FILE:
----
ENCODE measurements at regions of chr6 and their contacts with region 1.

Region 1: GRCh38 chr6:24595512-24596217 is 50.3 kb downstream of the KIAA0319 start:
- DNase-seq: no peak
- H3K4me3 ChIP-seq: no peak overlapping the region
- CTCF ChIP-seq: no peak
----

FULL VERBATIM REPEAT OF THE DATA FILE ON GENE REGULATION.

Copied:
ENCODE measurements at regions of chr6 and their contacts with region 1.

Region 1: GRCh38 chr6:24595512-24596217 is 50.3 kb downstream of the KIAA0319 start:
- DNase-seq: no peak
- H3K4me3 ChIP-seq: no peak overlapping the region
- CTCF ChIP-seq: no peak